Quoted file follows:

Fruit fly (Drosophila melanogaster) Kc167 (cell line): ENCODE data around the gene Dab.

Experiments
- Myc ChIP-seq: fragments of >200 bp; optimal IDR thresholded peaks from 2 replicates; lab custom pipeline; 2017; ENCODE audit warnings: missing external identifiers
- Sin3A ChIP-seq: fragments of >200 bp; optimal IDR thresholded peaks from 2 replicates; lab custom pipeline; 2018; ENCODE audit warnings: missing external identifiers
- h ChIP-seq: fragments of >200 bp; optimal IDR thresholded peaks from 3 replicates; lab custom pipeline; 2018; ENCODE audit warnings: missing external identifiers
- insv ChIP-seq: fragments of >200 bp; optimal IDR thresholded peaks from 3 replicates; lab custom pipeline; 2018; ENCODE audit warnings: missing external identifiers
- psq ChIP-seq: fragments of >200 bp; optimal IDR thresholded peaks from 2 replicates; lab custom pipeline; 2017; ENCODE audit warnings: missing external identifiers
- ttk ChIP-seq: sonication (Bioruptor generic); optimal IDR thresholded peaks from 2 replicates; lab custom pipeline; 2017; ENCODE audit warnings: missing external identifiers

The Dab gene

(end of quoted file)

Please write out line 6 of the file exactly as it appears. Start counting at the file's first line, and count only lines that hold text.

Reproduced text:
- insv ChIP-seq: fragments of >200 bp; optimal IDR thresholded peaks from 3 replicates; lab custom pipeline; 2018; ENCODE audit warnings: missing external identifiers